How to Overcome 7 Obstacles to a Job Search

By Amy Lindgren

For the Atlanta Journal & Constitution

It’s (nearly) officially summer and nearly the third quarter of the year. Whether you measure time by the moon or the market, one thing’s certain: It’s getting on.

If you’ve been conducting a job search for too long, or with too few results, time can seem like the enemy rather than one of your resources -- especially if you’re running out of cash, another of your scarce resources. How can you turn things around?

The answer depends on what, exactly, is going wrong. In my work as a career counselor, I’ve learned to watch for seven obstacles common to underperforming job searches.

(A word of warning: None are market-based. These issues are “evergreen,” cropping up in good times and bad, at all levels. Since people do get jobs in bad markets, but can also fail to get jobs in good markets, it’s important to check these issues before assigning fault to the market.)

Obstacle 1: Lack of a plan. If you don’t know which job you’re seeking, or which companies you’re planning to approach, it’s no wonder you’re not making progress -- you don’t know which direction to go.

Solution: Create a plan that includes a target job, target employers and people to contact. If you can’t, then your first step is to meet with a counselor to help you do so.

Obstacle 2: Lack of commitment. Maybe you have a plan, but you’re not pushing yourself. In effect, this is the same as having no plan.

Solution: You can either make a new plan, or recommit to the original one by reminding yourself that you made this plan for a reason. Or, a little tougher: Recommit by remembering that you need the money, period.

Obstacle 3: Lack of structure. OK, you’ve got a plan you’re committed to, but entire days still slip by with little or no productivity. Chances are, you haven’t created a schedule that includes specific steps for each day.

Solution: You need to create a structure, perhaps like this: two days a week focused on networking and meetings, one day on sending letters and resumes and one day on follow-up calls and research. The fifth day is scheduled as needed.

Obstacle 4: Feeling overwhelmed. Being unemployed is definitely overwhelming; when we’re overwhelmed, we tend to avoid the problem, opting instead for housecleaning or overeating.

Solution: Break things into small steps. If tomorrow is the day to write letters, spend the last 15 minutes of today noting five people you’ll write to. When you get up, allow yourself one hour per letter, then one last hour for proofreading. Hit the send button, lay out the tasks for the next day and stop.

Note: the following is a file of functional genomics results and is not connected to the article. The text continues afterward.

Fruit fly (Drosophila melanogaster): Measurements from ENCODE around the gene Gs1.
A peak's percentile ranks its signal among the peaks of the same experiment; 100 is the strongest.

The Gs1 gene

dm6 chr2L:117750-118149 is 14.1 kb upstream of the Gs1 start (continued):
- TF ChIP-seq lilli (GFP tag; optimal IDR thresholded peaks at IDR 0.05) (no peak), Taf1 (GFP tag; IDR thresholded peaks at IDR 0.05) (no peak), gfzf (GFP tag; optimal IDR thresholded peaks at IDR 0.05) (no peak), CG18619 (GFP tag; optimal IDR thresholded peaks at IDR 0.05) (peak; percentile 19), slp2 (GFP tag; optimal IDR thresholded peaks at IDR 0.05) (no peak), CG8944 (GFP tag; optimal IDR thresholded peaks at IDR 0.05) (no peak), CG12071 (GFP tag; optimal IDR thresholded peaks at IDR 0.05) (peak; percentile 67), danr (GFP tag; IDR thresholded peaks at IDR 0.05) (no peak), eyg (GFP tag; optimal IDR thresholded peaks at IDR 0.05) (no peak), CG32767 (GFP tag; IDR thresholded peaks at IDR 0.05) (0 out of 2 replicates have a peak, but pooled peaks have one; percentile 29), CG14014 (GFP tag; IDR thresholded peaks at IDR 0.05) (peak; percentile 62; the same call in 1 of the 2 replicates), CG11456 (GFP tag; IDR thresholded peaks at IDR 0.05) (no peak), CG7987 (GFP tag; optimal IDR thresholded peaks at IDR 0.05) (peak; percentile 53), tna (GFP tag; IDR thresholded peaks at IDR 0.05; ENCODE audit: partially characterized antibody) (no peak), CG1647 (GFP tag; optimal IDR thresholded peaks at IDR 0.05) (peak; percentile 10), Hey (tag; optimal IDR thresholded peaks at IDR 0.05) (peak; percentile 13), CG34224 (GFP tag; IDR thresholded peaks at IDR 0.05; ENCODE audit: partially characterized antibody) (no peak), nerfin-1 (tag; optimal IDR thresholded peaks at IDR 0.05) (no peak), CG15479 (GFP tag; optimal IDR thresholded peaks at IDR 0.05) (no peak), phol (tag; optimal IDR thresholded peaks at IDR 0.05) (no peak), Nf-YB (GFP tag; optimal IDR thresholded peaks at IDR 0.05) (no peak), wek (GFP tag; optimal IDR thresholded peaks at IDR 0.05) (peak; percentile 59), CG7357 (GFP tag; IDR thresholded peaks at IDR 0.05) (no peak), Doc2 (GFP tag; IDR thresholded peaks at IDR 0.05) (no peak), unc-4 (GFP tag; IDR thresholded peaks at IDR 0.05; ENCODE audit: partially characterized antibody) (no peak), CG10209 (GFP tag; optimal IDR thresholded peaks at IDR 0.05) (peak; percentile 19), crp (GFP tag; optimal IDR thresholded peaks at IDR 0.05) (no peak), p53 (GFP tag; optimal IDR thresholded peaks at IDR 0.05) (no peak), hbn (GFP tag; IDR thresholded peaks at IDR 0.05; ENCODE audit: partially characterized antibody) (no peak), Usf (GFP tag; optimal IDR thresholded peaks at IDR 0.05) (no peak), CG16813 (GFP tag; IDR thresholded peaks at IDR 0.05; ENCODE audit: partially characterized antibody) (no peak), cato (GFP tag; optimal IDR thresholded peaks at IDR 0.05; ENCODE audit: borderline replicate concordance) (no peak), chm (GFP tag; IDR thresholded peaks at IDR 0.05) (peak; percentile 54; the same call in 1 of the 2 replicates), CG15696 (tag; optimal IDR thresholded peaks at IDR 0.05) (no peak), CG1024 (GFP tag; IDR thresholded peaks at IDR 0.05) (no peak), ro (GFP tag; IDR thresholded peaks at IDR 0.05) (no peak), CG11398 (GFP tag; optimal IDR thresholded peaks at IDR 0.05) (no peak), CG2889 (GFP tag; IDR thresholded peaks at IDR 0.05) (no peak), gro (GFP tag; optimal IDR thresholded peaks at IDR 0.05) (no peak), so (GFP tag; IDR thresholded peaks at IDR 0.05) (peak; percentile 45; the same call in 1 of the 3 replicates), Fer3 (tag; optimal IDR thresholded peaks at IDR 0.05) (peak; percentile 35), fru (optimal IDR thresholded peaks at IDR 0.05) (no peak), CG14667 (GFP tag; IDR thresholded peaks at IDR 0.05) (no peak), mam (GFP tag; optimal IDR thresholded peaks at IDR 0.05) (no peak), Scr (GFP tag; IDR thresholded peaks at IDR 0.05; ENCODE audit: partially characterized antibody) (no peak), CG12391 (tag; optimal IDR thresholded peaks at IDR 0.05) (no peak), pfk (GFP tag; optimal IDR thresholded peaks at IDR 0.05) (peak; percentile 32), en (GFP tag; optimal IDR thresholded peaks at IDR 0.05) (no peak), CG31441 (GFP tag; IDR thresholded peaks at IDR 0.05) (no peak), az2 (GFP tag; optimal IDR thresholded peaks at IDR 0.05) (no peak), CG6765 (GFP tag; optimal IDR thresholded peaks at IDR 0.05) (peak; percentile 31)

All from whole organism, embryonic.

Obstacle 5: Loss of momentum. You know how this goes: Fail to exercise once or twice, no problem. But take a week off and you’re sunk. As in exercise, keeping a steady pace in job search is more important than spurts of activity at odd intervals.

Solution: Set a pace that works for you. One hour a day? OK -- stick to it. If something happens to today’s hour, start over again tomorrow, but don’t let two days go by or the momentum will be hard to recapture.

Obstacle 6: Distractions. This is the big one for summertime, especially if the kids are home, be they grade-schoolers or college graduates.

Solution: Anticipate and manage the distractions. If you want to be outside at midday, get up early to do your job search. If having a teenager around bugs you while you’re trying to focus, lay down the rules of the house: No one home during the day. Little kids? Form a baby-sitting co-op with another job seeker.

Obstacle 7: Loss of confidence. Ouch. This one hurts. None of the other obstacles and solutions matter if you don’t believe you can get work. Whether your feelings stem from the way you left your last job, the length of your unemployment, or something deeper, you need to tackle this and move forward.

Solution: The best solution may be to seek counseling, especially if this has been ongoing. If it seems situational, then try this exercise: Each time you think of a deficit (“I don’t know anything about databases”), force yourself to think of an asset (“I’m quite good with spreadsheets”). By refocusing your thinking on what you have to offer, rather than on what you’re missing, you’re making a habit of presenting yourself in a positive light -- to both yourself and others. Since assets are the primary topic of interviews, you’ll find that this exercise also leads you to stronger conversations with employers when the time comes.

Amy Lindgren owns Prototype Career Service, a career consulting firm in St. Paul. She can be reached at alindgren@prototypecareerservice.com or at 626 Armstrong Ave., St. Paul, MN 55102.